bibliophile


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Related to bibliophile: Diastasis recti

bib·li·o·phile

 (bĭb′lē-ə-fīl′) also bib·li·o·phil (-fĭl′) or bib·li·oph·i·list (bĭb′lē-ŏf′ə-lĭst)
n.
1. A lover of books.
2. A collector of books.

bib′li·oph′i·lism n.
bib′li·oph′i·lis′tic adj.

bibliophile

(ˈbɪblɪəˌfaɪl) ,

bibliophil

or

bibliophilist

n
a person who collects or is fond of books
bibliophilism n
ˌbibliˌophiˈlistic adj

bib•li•o•phile

(ˈbɪb li əˌfaɪl, -fɪl)

n.
one who loves books.
Sometimes, bib`li•oph′i•list (-ˈɒf ə lɪst)
[1815–25]
bib`li•oph′i•lism, bib`li•oph′i•ly, n.
bib`li•o•phil′ic (-ˈfɪl ɪk) bib`li•oph`i•lis′tic, adj.

bibliophile

a lover of books. — bibliophilism, bibliophily, n.
See also: -Phile, -Philia, -Phily

bibliophile

Someone who loves and collects books.
ThesaurusAntonymsRelated WordsSynonymsLegend:
Noun1.bibliophile - someone who loves (and usually collects) booksbibliophile - someone who loves (and usually collects) books
bookman, scholar, scholarly person, student - a learned person (especially in the humanities); someone who by long study has gained mastery in one or more disciplines
Translations

bibliophile

[ˈbɪblɪəʊfaɪl] Nbibliófilo/a m/f

bibliophile

nBibliophile(r) mf, → Büchernarr m
References in classic literature ?
I remember that as I picked them up, I observed the title of one of them, THE ORIGIN OF TREE WORSHIP, and it struck me that the fellow must be some poor bibliophile, who, either as a trade or as a hobby, was a collector of obscure volumes.
He was a multifaceted personality, a physician, author of books, and editor of journals, bibliophile, an organizer, an idealist, an innovator, educationist and above all a patriot of the highest order.
Any reader who loves books and mysteries will relish this book-oriented saga, the latest to enhance the Bibliophile mystery series.
Now an eBook series of some of these short stories has been collated by Bibliophile entitled Radio Times: Take 1, T 2, 3 and 4.
Wonderful color illustrations, fascinating facts, and an author's note embellish this wonderful true story about Thomas Jefferson the bibliophile.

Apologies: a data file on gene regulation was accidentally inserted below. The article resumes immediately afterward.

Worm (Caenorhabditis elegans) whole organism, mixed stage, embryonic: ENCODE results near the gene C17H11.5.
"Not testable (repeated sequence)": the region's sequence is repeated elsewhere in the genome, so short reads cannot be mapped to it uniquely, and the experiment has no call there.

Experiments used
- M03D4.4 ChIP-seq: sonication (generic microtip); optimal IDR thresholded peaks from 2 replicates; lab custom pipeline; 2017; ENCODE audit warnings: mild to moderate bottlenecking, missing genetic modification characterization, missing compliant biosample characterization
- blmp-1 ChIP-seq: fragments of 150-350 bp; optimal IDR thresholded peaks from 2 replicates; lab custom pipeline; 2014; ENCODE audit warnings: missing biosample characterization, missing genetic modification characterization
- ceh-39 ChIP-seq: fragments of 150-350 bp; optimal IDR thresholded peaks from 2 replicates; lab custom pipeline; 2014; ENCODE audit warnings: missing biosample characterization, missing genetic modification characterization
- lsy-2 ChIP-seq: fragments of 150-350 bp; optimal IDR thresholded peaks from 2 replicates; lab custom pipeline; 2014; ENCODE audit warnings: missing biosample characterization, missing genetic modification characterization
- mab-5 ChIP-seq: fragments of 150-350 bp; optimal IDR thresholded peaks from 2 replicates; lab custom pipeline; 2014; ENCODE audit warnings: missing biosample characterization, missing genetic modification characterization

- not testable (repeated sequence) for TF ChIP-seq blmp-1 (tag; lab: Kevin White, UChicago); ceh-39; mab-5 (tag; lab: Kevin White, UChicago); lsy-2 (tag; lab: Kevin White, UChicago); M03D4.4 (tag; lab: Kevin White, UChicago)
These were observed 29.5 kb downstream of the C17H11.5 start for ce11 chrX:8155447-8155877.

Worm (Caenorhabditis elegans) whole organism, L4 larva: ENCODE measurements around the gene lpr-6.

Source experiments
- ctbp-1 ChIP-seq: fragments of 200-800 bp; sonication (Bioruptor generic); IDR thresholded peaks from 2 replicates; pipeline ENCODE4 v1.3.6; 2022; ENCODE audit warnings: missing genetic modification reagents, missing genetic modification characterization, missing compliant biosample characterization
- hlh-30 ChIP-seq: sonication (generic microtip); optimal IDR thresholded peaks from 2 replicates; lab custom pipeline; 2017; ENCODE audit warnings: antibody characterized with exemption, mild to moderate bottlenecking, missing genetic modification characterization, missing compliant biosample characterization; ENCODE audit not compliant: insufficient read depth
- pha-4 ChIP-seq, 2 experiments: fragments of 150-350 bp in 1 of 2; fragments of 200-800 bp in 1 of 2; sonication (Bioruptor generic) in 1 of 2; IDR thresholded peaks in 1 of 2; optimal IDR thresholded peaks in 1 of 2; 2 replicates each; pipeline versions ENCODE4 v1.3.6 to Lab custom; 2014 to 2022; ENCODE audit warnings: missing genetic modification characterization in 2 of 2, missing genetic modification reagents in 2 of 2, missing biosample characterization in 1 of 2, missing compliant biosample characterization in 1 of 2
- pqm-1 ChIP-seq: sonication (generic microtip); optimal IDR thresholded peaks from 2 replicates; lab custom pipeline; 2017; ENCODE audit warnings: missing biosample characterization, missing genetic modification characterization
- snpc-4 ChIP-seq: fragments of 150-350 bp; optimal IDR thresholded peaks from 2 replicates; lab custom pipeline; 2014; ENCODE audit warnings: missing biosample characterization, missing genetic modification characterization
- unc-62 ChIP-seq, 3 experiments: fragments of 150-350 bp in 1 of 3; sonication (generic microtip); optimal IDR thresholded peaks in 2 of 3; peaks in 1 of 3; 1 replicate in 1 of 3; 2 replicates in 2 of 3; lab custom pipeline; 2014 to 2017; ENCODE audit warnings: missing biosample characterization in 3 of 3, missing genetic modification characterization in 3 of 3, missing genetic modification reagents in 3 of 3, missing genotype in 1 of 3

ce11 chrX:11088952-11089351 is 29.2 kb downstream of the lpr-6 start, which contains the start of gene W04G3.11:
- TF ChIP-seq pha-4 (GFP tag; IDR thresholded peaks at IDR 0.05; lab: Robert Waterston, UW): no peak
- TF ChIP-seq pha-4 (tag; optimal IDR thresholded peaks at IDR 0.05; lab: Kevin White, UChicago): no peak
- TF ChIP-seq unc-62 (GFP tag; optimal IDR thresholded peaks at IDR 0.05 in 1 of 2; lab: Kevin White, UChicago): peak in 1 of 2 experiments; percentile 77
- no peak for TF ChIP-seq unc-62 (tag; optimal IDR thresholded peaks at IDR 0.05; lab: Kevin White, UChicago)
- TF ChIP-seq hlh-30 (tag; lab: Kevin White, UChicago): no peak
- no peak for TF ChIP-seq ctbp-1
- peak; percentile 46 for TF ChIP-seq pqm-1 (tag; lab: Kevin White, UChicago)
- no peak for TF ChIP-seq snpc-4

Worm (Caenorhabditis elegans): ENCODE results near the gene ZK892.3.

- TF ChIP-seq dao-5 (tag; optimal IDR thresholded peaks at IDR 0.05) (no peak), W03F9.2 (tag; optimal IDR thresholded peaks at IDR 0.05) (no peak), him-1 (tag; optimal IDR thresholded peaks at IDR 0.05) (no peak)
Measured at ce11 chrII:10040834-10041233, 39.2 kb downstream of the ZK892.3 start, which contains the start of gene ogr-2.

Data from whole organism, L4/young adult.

Food writer and bibliophile Leslie Geddes-Brown here packs in a survey of some one hundred of the world's most influential and appealing cookbooks from the 1600s to modern times, considering writings by James Beard, Elizabeth David, Fannie Farmer, and more, and covering cuisines from around the world.
Little Lauren, the bibliophile, has glorious thick and glossy Titian plaits, a broad grin and one of those peachy complexions falsely promised by potions and serums selling for pounds 150 a pop.
This profitable business has multiple revenue streams from Collective Global Art Books, Bibliophile Limited Edition Art Books, a Contemporary Art Magazine and the definitive virtual art gallery in the world.
A wealthy publisher and bibliophile, Day photographed himself and others--often male nudes--in stark scenes evoking Christian, classical, and mythological characters.
As a bibliophile who loves the act of reading but also the sensory experience of a book's look, feel, and smell, I thought, "Why would anyone want to read a book on a screen?
Even though most of the Darwin material used in the book is now available on-line, the colour illustrations and high-quality paper make this a much more appealing format for the bibliophile.
Most central in Clarke's development as an intellect, Swanston writes, stood the Afro-Puerto Rican bibliophile and historian, Arthur Alfonso Schomburg, whose huge collection of books, pamphlets, and art work regarding African (Black) people worldwide laid the foundation for the world-famous Schomburg Center for Research in Black Culture in Harlem, New York.